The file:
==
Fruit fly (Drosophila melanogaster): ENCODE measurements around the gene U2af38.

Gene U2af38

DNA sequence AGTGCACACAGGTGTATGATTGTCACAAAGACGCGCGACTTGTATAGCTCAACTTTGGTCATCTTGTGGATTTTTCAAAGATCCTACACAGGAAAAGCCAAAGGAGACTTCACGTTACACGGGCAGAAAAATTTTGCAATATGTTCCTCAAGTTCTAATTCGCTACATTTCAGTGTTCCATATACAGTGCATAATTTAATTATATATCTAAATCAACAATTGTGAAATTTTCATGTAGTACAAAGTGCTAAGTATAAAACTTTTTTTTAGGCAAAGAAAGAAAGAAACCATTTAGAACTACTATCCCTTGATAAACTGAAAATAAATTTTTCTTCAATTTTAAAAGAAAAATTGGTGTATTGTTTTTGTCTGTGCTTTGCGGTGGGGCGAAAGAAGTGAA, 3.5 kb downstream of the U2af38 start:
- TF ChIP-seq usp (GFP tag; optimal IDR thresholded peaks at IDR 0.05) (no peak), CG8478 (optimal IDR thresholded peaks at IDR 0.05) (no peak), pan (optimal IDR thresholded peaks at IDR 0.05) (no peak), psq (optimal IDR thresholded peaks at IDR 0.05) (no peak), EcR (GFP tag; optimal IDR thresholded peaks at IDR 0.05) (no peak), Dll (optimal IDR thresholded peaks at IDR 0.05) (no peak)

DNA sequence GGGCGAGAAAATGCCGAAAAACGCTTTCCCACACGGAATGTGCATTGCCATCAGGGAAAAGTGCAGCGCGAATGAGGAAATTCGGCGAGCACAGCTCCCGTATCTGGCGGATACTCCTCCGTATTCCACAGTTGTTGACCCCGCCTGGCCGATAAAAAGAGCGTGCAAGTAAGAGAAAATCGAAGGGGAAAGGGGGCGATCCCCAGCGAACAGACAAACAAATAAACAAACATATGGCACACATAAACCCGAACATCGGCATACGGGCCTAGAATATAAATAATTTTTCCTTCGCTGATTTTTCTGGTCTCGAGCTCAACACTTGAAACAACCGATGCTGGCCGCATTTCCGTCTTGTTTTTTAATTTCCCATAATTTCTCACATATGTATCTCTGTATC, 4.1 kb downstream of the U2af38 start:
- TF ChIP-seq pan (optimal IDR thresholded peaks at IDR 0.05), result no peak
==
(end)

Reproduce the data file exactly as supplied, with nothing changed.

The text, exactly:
Fruit fly (Drosophila melanogaster): ENCODE measurements around the gene U2af38.

Gene U2af38

DNA sequence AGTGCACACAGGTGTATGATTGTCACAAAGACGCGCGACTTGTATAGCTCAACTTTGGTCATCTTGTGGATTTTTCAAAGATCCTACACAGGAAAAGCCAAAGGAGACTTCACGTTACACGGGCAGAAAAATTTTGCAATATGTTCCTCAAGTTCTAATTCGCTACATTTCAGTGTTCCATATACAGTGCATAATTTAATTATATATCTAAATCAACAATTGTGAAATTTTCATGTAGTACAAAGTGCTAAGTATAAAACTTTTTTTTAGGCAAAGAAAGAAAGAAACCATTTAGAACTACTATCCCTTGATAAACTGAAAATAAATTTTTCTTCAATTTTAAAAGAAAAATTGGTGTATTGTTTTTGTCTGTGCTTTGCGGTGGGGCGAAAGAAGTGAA, 3.5 kb downstream of the U2af38 start:
- TF ChIP-seq usp (GFP tag; optimal IDR thresholded peaks at IDR 0.05) (no peak), CG8478 (optimal IDR thresholded peaks at IDR 0.05) (no peak), pan (optimal IDR thresholded peaks at IDR 0.05) (no peak), psq (optimal IDR thresholded peaks at IDR 0.05) (no peak), EcR (GFP tag; optimal IDR thresholded peaks at IDR 0.05) (no peak), Dll (optimal IDR thresholded peaks at IDR 0.05) (no peak)

DNA sequence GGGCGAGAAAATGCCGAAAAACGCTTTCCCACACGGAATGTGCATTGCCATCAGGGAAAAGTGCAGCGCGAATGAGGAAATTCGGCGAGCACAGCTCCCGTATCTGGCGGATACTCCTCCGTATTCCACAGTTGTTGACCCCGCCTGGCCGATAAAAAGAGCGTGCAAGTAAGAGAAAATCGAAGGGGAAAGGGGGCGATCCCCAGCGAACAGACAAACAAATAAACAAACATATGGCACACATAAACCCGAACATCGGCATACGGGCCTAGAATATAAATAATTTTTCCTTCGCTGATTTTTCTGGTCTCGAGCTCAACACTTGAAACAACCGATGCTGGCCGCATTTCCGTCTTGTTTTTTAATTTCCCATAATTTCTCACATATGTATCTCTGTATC, 4.1 kb downstream of the U2af38 start:
- TF ChIP-seq pan (optimal IDR thresholded peaks at IDR 0.05), result no peak